By Steven Tydings
Many relievers live off intimidating opposing hitters. Aroldis Chapman comes at you with 100+ mph and a changeup that hits 90. Dellin Betances can touch 100 and has a curveball that can’t be touched when he’s on. Former Yankee Andrew Miller comes at you with his 6-foot-7 frame and tosses his signature slider with a fair dose of imposing fastballs.
Tyler Clippard doesn’t really fit that category. But that hasn’t stopped the Yankees now-setup man from not only carving out a solid career, but continuing to excel at 32.
Thoughts of doom crept in when Clippard was traded to the Yankees at last year’s deadline. A flyball pitcher at Yankee Stadium? A guy seemingly on the downside of his career having a sub-par season? Yikes. The idea that he would replace Miller seemed laughable. For me personally, I had most recently seen Clippard struggle in the 2015 postseason for the Mets, leaving an impression that was at least somewhat misleading.
But his 3+ months back in pinstripes have been fine. Actually, better than fine. He’s thrown 40 2/3 innings over 46 appearances, allowing just nine earned runs while striking out 47 batters. That’s good for a 1.99 ERA and 10.4 K per nine. His ERA had steadily climbed since his 2014 All-Star appearance and he was typically worse in the second half, so his resurgence has been surprising and that much more rewarding and exciting. This is a homegrown talent returning to the Bronx and thriving, even if it’s been less than a full year’s worth of work.
And it doesn’t hurt to have a goofy guy who seems to be genuinely nice getting big outs for you, adding to the overall Clippard experience.
He goes out there with a top-notch changeup and a fastball with some “rising” action, a quality slider and splitter, and all of this plays up in part thanks to his quirky motion. It’s not something to teach your kids, but you can’t say it doesn’t work.
Don’t get me wrong, he can terrify you with some of his appearances. We’re still talking about a flyball pitcher in a park that plays very small. He’s typically off to fast starts (2.50 and 2.14 ERA in first two months, respectively for his career) before the summer air aids a few more flyballs in their pursuit of becoming home runs in June and July. His 2016 return was all rosy in August until hiccups came in September.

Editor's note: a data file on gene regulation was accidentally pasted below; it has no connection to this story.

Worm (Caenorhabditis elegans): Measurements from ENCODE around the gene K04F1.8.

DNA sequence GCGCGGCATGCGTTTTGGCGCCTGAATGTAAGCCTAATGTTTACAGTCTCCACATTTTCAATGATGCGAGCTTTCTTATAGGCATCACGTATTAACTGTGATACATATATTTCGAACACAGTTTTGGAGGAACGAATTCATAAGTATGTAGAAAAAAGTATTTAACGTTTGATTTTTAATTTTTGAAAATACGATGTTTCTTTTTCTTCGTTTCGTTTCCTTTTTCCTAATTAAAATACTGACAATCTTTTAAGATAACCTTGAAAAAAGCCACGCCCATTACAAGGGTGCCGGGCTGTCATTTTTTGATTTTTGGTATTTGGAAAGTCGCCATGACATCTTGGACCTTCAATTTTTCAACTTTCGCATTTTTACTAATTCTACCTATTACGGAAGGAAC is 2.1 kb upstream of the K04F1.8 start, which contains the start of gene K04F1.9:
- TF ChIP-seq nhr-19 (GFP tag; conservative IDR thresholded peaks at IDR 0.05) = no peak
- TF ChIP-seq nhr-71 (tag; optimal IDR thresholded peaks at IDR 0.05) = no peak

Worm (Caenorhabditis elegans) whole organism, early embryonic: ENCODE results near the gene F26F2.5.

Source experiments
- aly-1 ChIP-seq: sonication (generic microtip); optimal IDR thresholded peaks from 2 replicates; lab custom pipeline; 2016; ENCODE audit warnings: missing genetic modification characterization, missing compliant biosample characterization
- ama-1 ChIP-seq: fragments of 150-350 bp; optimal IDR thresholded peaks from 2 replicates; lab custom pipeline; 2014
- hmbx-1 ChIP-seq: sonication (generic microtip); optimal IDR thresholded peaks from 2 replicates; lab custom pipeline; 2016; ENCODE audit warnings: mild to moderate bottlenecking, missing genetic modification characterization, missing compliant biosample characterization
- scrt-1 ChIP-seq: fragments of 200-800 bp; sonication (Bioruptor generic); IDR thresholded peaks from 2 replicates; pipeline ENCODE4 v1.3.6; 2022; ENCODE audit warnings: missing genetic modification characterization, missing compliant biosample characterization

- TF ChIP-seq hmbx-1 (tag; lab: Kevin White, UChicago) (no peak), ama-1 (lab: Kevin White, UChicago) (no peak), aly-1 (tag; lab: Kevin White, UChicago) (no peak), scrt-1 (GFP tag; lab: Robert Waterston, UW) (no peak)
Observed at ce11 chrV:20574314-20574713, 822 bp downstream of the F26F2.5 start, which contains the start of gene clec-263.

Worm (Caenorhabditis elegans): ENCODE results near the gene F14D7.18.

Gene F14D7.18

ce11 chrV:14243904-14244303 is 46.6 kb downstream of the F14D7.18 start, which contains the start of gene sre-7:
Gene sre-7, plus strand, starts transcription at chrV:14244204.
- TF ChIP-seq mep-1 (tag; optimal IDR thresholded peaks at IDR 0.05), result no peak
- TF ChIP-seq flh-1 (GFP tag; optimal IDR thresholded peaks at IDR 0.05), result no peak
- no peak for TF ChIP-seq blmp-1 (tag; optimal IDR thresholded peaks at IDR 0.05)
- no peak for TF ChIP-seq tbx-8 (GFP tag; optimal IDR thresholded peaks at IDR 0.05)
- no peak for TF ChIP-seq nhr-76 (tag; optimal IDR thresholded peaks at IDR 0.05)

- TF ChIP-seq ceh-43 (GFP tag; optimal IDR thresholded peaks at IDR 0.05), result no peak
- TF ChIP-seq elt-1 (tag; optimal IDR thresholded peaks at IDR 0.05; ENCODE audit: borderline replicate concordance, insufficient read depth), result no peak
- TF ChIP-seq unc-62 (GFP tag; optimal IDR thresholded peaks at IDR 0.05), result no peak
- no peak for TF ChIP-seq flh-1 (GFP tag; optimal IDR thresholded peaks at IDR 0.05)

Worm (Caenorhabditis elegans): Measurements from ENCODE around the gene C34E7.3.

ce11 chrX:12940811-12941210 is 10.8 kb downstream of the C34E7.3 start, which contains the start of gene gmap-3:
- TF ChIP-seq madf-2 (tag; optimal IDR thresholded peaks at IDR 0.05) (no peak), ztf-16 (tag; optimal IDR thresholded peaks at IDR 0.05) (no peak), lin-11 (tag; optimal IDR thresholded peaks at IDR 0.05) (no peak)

We were indoctrinated early in 2017 about his potential pitfalls when he earned a loss against the Orioles with a two-run homer allowed to Seth Smith. And don’t act like you weren’t biting your nails on the edge of your seat during his save against the Cardinals. Perhaps the best example of how the Clippard experience can frustrate is the Adam Jones catch from March’s World Baseball Classic. Clippard’s “Oh my” reaction was all of us in that moment.
But he also turns it on at times. He changed the complexion of the 18-inning win vs. the Cubs, ending the 9th inning rally before striking out the side in the 10th. Watch the video below: He utilizes his entire arsenal to create three punchouts.
Compared to most team’s “7th inning guy”, Clippard is light years ahead. Some teams would even kill for him to be their setup man.
Which, coincidentally, is where he’ll be for the next month, taking the 8th with Betances closing. We were spoiled last year with No Runs DMC. Miller is gone and Chapman is hurt, although the Yankees hope he’ll be back in a month or so. However, Clippard is adept. He’s certainly a non-traditional back-end reliever with below-average velocity, but he’s out here with career-best strikeout and walk rates in 2017.
The Tyler Clippard renaissance will only last so long. He has a .161 BABIP and a 98 percent strand rate. His home runs per fly ball are actually up vs. last season, but his 1.17 ERA isn’t going to hold and it would be foolish to expect it. He’s going to blow at least a game or two, but, then again, so does every reliever.
But Clippard is a pitcher worth enjoying for what he is. Clippard is an above-average reliever who won’t overpower or intimidate, but he’s beat expectations and he’s doing it in a Yankees uniform, coming full circle. If that’s not something to sit back and appreciate, then I don’t know what is. I suggest enjoying the ride.